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The Scrimshaw Studio
3402 N. Reed St.
Wheat Ridge, CO 80033

Tel 303-234-1946


The "desire to acquire" is a sensation that overwhelms all of us at some time in our lives. The right person, the right object and the right time – that's all it takes. When that sensation won't go away – we become a collector.

Collecting fine art scrimshaw is a passion for some, and it is they who ultimately set the Collector's Value in the world of scrimshaw.

But what factors do collectors consider when separating high-value showpieces of investment quality from the ubiquitous mass of image transfered, group workshop, molded, or mechanically produced scrimshaw that will never meet collectable standards?

First, size is not a substitute for quality. Some of the most expensive and sought after scrimshaw is intentionally small scale and incredibly executed. Novice collectors often mistakenly buy large pieces with poor quality scrimshaw simply because they are overwhelmed by the size of the object. It is only later, when they are more knowledgeable and have a better sense for distinguishing "materials" from collectable "art" that they realize their mistake.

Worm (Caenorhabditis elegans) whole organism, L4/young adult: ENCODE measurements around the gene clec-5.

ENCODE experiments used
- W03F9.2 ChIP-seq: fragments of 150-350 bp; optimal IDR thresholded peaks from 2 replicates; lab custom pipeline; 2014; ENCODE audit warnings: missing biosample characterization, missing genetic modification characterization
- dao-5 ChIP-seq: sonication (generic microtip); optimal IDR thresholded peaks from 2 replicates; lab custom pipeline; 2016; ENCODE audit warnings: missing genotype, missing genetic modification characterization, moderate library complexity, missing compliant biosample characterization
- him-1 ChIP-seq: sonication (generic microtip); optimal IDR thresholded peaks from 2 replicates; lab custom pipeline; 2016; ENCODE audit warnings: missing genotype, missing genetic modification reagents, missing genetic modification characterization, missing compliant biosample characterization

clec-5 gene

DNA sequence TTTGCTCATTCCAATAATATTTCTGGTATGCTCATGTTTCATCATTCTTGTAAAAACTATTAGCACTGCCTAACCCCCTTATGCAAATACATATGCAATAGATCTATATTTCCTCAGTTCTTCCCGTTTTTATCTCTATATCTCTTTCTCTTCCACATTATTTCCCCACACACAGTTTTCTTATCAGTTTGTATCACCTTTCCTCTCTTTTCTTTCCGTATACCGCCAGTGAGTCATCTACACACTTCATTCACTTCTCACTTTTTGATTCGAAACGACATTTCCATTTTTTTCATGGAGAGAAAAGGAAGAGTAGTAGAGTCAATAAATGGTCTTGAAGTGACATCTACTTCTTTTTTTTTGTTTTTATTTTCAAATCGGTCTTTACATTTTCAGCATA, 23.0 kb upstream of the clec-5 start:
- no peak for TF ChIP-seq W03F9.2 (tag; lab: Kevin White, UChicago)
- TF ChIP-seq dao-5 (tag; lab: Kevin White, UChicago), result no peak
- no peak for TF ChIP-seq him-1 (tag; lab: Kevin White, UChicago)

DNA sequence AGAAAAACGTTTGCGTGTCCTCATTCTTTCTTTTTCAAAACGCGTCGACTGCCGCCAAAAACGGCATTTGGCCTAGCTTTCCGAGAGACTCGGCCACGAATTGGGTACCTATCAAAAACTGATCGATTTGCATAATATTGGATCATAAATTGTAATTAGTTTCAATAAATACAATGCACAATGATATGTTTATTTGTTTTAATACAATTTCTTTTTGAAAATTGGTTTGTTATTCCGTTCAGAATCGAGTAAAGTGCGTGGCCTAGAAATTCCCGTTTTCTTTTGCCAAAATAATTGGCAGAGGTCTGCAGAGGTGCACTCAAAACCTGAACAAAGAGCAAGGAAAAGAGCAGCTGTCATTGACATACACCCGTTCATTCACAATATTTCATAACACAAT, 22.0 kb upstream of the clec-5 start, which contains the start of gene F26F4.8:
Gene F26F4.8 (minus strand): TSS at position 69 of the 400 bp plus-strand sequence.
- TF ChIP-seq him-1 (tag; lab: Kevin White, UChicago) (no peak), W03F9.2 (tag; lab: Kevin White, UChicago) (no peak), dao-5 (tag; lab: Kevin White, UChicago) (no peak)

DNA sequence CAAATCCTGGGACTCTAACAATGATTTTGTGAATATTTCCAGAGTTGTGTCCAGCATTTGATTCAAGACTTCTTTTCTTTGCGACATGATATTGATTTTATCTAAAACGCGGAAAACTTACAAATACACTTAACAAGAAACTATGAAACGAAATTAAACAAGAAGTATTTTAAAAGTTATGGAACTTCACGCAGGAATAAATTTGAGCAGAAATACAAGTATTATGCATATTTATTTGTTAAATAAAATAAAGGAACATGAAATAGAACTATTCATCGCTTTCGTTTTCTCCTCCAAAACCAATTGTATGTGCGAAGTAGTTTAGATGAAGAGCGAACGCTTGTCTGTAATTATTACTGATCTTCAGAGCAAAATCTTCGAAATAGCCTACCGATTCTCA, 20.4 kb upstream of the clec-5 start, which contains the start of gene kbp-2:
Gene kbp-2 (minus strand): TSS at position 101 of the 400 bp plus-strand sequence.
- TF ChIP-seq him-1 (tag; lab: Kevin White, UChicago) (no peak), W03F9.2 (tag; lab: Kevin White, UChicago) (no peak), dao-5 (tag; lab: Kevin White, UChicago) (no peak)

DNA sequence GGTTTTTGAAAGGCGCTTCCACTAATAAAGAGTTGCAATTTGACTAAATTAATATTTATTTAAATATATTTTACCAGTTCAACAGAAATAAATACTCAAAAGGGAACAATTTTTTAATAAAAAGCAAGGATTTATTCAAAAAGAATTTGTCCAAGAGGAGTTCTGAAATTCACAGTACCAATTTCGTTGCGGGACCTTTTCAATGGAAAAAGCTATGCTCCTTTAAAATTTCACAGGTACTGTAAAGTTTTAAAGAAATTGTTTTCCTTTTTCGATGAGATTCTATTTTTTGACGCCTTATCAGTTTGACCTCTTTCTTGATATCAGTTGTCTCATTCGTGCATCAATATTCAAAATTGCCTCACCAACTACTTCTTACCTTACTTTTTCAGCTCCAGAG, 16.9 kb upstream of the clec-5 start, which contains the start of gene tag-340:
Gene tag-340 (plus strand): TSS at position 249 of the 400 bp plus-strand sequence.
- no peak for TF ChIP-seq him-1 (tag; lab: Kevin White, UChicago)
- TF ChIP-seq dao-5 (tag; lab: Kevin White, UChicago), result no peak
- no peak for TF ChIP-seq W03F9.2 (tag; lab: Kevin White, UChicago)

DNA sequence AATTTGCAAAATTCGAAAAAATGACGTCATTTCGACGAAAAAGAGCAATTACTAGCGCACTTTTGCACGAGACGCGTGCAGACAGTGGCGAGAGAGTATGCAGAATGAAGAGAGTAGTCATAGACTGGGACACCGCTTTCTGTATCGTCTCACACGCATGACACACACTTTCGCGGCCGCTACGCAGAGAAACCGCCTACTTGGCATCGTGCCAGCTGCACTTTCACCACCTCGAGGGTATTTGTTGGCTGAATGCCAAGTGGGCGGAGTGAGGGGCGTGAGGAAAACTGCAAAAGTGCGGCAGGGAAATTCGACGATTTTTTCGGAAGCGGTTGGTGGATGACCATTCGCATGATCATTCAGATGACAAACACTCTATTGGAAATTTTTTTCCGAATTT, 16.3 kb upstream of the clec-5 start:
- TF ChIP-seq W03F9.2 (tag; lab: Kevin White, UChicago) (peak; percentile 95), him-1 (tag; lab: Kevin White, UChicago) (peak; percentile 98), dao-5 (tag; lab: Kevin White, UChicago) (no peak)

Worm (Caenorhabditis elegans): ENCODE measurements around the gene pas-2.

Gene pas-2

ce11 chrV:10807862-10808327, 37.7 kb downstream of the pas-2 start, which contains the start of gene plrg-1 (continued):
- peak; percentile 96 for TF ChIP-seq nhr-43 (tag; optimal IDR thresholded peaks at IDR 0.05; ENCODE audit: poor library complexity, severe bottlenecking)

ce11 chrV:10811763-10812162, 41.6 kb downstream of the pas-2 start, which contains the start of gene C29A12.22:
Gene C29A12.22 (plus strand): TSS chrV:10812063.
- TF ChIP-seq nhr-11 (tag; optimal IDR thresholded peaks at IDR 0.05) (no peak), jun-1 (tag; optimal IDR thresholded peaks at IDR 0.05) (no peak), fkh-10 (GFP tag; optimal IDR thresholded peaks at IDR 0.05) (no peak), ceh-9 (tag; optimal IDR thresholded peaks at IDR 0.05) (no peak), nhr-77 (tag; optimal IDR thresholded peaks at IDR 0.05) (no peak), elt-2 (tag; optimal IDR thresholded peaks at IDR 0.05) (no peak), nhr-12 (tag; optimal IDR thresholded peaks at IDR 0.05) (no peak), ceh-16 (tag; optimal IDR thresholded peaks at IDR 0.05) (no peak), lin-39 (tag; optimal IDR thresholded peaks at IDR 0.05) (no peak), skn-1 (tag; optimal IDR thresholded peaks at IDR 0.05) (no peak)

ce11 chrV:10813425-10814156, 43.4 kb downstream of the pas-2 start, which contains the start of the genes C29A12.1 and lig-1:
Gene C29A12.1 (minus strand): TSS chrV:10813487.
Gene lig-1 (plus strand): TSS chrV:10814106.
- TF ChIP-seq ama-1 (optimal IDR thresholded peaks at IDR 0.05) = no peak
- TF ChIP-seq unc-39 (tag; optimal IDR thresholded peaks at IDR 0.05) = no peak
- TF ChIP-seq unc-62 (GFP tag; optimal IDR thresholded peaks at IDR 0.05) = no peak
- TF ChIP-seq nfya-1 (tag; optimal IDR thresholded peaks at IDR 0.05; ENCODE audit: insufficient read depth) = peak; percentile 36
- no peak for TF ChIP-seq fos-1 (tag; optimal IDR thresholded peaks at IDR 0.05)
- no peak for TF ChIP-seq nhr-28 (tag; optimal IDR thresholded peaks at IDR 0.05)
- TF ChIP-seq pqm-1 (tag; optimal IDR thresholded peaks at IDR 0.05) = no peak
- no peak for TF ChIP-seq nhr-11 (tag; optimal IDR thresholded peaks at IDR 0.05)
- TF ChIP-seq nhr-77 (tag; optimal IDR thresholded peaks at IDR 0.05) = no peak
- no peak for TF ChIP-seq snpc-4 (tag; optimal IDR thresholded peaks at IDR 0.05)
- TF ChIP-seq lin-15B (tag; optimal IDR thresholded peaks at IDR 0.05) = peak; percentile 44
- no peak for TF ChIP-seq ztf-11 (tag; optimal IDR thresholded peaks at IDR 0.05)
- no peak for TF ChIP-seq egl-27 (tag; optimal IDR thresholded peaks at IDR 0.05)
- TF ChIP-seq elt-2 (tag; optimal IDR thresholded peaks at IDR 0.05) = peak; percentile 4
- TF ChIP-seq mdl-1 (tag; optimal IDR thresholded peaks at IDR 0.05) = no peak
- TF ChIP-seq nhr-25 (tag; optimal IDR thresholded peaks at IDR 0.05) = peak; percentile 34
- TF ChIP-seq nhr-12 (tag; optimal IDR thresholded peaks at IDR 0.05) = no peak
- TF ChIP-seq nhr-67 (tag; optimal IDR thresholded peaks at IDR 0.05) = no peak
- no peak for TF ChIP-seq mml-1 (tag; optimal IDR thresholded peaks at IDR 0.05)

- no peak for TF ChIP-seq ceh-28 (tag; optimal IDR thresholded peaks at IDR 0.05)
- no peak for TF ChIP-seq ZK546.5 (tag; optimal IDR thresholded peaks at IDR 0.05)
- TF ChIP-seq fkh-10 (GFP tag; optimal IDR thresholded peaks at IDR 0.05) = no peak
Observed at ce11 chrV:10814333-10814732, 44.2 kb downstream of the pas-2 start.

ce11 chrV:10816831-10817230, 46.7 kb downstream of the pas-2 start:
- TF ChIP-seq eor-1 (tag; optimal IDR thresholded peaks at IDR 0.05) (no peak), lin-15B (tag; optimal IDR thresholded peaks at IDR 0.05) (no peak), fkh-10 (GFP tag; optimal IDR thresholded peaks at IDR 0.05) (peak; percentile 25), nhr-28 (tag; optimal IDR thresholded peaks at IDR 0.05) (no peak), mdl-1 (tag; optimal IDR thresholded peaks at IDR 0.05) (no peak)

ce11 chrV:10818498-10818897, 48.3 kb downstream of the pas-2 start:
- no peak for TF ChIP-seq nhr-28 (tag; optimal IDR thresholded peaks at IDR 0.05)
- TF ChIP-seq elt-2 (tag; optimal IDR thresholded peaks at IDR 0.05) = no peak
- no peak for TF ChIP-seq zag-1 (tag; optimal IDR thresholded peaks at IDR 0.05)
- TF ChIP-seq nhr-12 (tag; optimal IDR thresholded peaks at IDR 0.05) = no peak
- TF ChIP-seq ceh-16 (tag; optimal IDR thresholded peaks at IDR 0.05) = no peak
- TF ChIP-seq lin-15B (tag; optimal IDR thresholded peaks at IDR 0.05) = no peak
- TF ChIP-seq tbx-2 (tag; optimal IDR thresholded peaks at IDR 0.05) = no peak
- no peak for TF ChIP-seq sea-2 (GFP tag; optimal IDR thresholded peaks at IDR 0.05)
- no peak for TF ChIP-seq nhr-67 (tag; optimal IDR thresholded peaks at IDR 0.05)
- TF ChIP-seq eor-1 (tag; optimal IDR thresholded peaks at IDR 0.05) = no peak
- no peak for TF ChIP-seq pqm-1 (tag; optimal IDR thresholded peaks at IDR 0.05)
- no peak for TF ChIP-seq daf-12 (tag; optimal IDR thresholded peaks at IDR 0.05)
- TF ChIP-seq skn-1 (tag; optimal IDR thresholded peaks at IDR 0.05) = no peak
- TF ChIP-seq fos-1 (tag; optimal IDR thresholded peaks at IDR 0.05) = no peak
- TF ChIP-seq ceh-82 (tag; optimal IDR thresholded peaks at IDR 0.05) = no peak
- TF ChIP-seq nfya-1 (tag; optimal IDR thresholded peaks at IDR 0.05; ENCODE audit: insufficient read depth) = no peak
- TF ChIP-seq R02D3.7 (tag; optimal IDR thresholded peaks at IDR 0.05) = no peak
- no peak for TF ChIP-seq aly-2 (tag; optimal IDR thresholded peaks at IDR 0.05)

Second, a knowledgeable collector considers the current and future potential of an artist's reputation. Once a scrimshander becomes well known in the art world, their pieces can sell in the four figure range and often go even higher. Even the price of scrimshaw jewelry can be influenced by reputation. Buying based on the potential in an artist's reputation can be difficult to determine, but it can also reap significant future dividends for collectors. Works of scrimshaw with investment value are executed by a single artist whose style is recognizeable throughout a piece. Scrimshaw that is mass-produced in a workshop environment is of little interest to serious collectors.